Pheu Thai calls for disbandment of Palang Pracharath
published : 1 May 2019 at 14:34
writer: Online Reporters
The Pheu Thai Party on Wednesday accused the government of raising salaries of village-based health care workers to benefit the Palang Pracharath Party's election campaign and also called for the disbandment of the pro-military party.
Key members of Pheu Thai held a press conference at their headquarters in Bangkok to attack the cabinet's decision on Dec 4 last year to spend its contingency budget on raising the salaries of more than 1 million health care workers nationwide from 600 baht to 1,000 baht.
The payment was executed on March 20-22, including a retro-effective sum of 3,000 baht for the workers, a few days ahead of the March 24 election.
Chusak Sirinil, legal affairs head of Pheu Thai, said the payment appeared to serve political interests and encourage eligible voters to vote for the Palang Pracharath Party (PPRP), with Prime Minister Prayut Chan-o as its prime ministerial candidate.
"When the cabinet resolved to raise the salaries of health workers, many executives of the Palang Pracharath Party remained as cabinet ministers... That showed the cabinet exercised its power to favour a political party and made the election unfair," Mr Chusak said.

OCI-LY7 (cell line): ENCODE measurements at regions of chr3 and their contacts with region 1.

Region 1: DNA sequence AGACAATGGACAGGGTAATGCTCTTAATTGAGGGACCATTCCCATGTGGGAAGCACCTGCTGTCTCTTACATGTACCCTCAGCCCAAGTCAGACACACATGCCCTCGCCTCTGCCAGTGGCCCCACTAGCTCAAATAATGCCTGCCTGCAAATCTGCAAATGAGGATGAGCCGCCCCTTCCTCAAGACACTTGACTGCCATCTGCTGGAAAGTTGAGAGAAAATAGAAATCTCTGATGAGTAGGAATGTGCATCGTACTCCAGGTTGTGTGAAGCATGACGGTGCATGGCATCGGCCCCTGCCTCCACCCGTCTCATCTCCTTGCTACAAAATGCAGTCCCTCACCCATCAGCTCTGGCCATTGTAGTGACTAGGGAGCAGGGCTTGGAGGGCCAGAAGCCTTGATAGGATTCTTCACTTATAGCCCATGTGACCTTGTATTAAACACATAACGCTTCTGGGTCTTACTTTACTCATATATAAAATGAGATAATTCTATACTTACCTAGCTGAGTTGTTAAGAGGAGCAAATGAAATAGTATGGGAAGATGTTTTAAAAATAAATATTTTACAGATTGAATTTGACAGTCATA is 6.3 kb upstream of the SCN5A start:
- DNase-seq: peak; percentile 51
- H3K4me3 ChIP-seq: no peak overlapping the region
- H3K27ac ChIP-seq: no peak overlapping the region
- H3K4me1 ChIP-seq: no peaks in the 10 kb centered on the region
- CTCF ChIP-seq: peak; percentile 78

The contingency budget was actually intended to be used for immediate disaster relief, he said.
Pheu Thai secretary-general Phumtham Vechayachai said those in power were trying to prolong their authority.
Chavalit Wichaisut, Pheu Thai's winning election candidate in Nakhon Phanom province, said that during vote campaigns, PPRP representatives told people that money would go to village-based health workers.
Meanwhile, Narong Roongthanawong, Pheu Thai's information chief, asked the Election Commission to seek a court order to disband PPRP because Chanwit Wiphusiri, PPRP's election candidate in Bangkok, ran in the election while holding shares in a media company.
He called for the party's disbandment, saying Mr Chanwit was an executive of PPRP. The MP election law prohibited election candidates from holding shares in media companies.